There is now no denying the fact behind the desperate statement of doctors and other medical frontliners: we are losing the war on the coronavirus. Despite the world’s longest recorded COVID-19 lockdown — which has prostrated the economy in the worst recession in the post-Marcos era — the Philippines still managed to become the primary hotspot for the pandemic in all of East and Southeast Asia, averaging 4,356 confirmed cases every week (as of Aug. 6). Indonesia is a far second, with an average 1,777 weekly cases. (And if you prefer stock- instead of flow-figures, there are thus far 105.8 confirmed cases per 100,000 population here — only 42.7 per 100,000 in Indonesia.*)

The administration, its political supporters, and many voices in the business sector have rationalized the situation by attributing the rising case-count to the easing of the lockdown, an inevitable cost that must be tolerated in order to “open the economy.” Hence, the various noises being made to gradually reconcile the public to the fact: “the need to live with the virus for a long time,” how we must “strike a balance between public health and the economy,” and, more recently, how we must learn to “dance with the virus.” But leave it to a senator who always manages to put things starkly, if tactlessly: “Kung ‘di mamatay sa COVID, mamamatay sa gutom ang mga tao.” (If they don’t die of COVID, people will die of hunger.)

Actually, until the medical frontliners’ plea and despite the rising case-count, the administration’s choice already seemed clear. Duterte’s feigned hemming-and-hawing notwithstanding, the impending decision really was to further loosen restrictions and “reopen” the economy regardless of the pandemic consequences, with Metro Manila and environs expecting to transition out of “general community quarantine.” The consequences of the rising COVID-incidence would then be left to LGUs and the private sector to deal with.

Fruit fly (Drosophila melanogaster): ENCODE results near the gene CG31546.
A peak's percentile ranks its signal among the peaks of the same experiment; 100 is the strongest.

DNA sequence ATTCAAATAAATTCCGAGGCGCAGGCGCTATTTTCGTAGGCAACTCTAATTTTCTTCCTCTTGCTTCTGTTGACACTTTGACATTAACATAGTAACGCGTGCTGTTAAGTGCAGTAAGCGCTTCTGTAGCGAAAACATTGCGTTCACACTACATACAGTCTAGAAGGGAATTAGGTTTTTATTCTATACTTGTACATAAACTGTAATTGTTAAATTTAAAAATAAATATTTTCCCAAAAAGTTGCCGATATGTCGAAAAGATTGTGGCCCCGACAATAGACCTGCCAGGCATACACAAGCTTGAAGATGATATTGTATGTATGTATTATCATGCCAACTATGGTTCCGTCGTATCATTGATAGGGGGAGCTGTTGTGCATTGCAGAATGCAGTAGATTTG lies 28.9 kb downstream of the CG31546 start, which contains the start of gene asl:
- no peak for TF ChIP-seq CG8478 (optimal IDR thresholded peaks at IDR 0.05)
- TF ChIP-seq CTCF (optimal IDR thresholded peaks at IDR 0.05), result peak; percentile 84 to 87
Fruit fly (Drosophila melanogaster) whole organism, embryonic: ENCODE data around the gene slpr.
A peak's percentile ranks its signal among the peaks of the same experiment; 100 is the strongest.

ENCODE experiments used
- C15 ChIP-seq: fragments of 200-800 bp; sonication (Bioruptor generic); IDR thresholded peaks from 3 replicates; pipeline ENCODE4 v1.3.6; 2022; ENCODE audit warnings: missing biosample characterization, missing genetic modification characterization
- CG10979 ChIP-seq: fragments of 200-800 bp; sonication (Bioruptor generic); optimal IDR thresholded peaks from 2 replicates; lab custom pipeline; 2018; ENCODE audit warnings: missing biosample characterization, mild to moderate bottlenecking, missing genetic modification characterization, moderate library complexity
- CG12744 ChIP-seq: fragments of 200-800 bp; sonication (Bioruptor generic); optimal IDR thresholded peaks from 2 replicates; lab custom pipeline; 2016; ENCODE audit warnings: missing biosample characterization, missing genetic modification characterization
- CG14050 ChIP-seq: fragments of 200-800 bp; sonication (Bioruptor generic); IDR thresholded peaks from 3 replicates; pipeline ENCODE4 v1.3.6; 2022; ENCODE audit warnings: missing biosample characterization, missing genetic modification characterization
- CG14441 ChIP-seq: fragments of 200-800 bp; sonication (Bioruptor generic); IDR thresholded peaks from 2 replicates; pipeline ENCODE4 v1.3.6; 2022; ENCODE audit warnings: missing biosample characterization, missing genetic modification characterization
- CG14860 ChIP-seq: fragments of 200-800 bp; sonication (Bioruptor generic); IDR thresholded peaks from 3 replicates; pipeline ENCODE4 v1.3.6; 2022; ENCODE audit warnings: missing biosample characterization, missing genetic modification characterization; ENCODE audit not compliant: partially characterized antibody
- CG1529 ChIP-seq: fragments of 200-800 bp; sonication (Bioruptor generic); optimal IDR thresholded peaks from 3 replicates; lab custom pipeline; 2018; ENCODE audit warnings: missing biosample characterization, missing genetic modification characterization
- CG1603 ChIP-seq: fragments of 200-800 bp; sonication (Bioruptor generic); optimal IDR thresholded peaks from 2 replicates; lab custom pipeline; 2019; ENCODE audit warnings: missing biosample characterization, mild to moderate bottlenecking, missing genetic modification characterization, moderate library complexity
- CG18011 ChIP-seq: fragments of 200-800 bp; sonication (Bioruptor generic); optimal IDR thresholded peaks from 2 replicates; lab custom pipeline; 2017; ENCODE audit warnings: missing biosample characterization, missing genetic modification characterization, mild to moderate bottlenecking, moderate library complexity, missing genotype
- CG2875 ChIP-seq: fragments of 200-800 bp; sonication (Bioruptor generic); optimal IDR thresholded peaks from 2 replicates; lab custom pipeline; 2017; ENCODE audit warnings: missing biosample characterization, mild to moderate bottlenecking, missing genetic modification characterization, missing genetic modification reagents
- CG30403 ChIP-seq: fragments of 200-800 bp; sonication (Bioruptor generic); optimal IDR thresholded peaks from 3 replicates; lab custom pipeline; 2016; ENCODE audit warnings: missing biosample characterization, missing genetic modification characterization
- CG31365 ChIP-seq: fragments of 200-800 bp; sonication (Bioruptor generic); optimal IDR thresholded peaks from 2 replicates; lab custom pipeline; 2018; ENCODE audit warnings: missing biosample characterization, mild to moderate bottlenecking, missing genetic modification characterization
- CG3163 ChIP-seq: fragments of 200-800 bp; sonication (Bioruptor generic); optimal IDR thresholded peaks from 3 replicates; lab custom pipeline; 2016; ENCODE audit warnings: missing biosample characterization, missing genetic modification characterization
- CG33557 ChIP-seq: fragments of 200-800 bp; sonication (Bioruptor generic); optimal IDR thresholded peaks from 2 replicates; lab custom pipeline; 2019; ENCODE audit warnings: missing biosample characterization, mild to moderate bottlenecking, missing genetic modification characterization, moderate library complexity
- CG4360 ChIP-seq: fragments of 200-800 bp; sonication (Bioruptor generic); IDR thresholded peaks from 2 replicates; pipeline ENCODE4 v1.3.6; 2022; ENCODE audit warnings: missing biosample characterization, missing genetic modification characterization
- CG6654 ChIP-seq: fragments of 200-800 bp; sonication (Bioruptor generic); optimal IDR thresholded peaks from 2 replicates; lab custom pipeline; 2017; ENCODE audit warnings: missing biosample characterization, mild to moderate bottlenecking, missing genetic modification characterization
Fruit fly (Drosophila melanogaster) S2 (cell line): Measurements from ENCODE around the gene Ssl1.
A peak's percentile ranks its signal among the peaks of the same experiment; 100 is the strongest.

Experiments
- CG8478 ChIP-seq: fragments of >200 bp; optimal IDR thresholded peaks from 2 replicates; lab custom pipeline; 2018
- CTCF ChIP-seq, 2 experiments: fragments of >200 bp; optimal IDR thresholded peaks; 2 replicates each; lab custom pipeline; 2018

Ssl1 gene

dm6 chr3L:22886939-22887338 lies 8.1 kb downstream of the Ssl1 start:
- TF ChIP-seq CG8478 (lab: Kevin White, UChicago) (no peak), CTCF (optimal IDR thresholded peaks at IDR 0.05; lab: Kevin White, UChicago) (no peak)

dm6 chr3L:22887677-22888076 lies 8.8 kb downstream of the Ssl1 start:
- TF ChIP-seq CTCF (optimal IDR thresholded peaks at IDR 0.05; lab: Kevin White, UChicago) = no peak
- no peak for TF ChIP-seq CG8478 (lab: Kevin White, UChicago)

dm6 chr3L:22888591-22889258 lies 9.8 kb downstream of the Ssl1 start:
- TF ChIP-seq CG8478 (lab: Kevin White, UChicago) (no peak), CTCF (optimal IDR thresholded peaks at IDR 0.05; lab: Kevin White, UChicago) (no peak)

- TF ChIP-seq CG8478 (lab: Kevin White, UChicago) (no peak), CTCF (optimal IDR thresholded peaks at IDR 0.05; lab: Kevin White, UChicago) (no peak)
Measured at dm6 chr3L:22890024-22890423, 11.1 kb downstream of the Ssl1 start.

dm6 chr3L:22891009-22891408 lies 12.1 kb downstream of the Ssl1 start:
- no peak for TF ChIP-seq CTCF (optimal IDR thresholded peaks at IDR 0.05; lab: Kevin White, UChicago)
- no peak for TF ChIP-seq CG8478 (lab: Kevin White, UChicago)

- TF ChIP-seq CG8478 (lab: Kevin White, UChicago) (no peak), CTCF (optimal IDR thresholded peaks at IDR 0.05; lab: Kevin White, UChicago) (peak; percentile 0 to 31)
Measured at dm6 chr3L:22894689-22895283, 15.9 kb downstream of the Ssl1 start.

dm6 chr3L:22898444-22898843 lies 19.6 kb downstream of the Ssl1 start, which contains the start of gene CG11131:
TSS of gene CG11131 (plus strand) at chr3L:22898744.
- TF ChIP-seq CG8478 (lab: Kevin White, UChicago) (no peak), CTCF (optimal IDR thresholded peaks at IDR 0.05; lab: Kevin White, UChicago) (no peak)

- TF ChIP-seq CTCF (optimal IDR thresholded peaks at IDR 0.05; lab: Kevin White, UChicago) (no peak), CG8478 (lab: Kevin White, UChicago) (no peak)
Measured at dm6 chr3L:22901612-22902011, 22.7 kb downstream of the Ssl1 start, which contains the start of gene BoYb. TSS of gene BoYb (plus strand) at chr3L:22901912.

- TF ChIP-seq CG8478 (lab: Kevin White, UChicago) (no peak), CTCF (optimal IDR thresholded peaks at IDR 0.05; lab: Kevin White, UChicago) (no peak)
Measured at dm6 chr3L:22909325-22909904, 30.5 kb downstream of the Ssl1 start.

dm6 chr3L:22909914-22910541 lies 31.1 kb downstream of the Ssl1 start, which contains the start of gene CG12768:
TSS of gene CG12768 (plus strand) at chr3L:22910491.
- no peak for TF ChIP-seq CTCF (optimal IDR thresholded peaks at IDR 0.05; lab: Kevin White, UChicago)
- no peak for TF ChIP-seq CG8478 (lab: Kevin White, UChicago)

These plans were stymied, however, by the frontliners’ very public call for relief, which could not be ignored, especially not through insensitive exhortations for them just to work harder (“pagbutihin nila trabaho nila”). This disruption of the administration’s plans from left field was the likely reason Duterte took sharp offense at the frontliners and accused them instead of fomenting “revolution” and subverting the established order.

The subsequent decision to revert to a “modified” lockdown for Metro Manila thus appears to be no more than a grudging concession to mollify a noisy but morally unimpeachable medical sector and prevent a threatened public relations disaster.

Fourteen days is obviously not enough to shift gears, formulate, and execute an alternative approach.

All it is meant to do is to sweep the past under the rug. Before that happens, two points need to be made.

First, contrary to the creeping fallacy being circulated, public health need not (and should not) be traded against reviving the economy. Indeed, the two must ultimately move together. Any premature “opening up” before a sustainable approach to managing the pandemic is put in place is only bound to be self-limiting. Imagine a situation where most or all COVID-related measures and restrictions were lifted overnight and all firms and industries were given free rein to operate at or near full capacity.

The natural expectation must be that the infection rate would rise precipitously. (The US and India are almost models in this respect.) Questions of the health system’s capacity aside, sales and aggregate demand are likely to remain depressed nonetheless, since customers would likely continue to stay away for fear of catching what will have become a more rampant disease. Investment would fare no better, given the sluggish and uncertain consumption demand. And don’t even mention the foreign trade sector, given the global nature of the current recession. Closures and bankruptcies would happen anyway. It is a specious argument, therefore, to say that measures to safeguard public health are an obstacle to opening the economy; on the contrary, they are the precondition.

The recent retreat (grudging as it is) into a tighter quarantine for the NCR and Calabarzon already illustrates the economic consequence of failing to put a proper system in place. In this case, it was healthcare personnel and the tertiary care capacity that threatened to give out. But it might as well have been the health of some other part of the labor force (e.g., transport workers, food-processing) that was in peril, or some large community outbreak that had occurred. In any of these cases, another “timeout” would have to be called — which illustrates the point that unless an entire system of response to the pandemic is in place, the economy can “revive” only in fits and starts — like a patient always on the verge of flatlining.

This brings up the second point. Before it is swept under the rug, it is vital to acknowledge that the government’s response to the pandemic has thus far been a failure.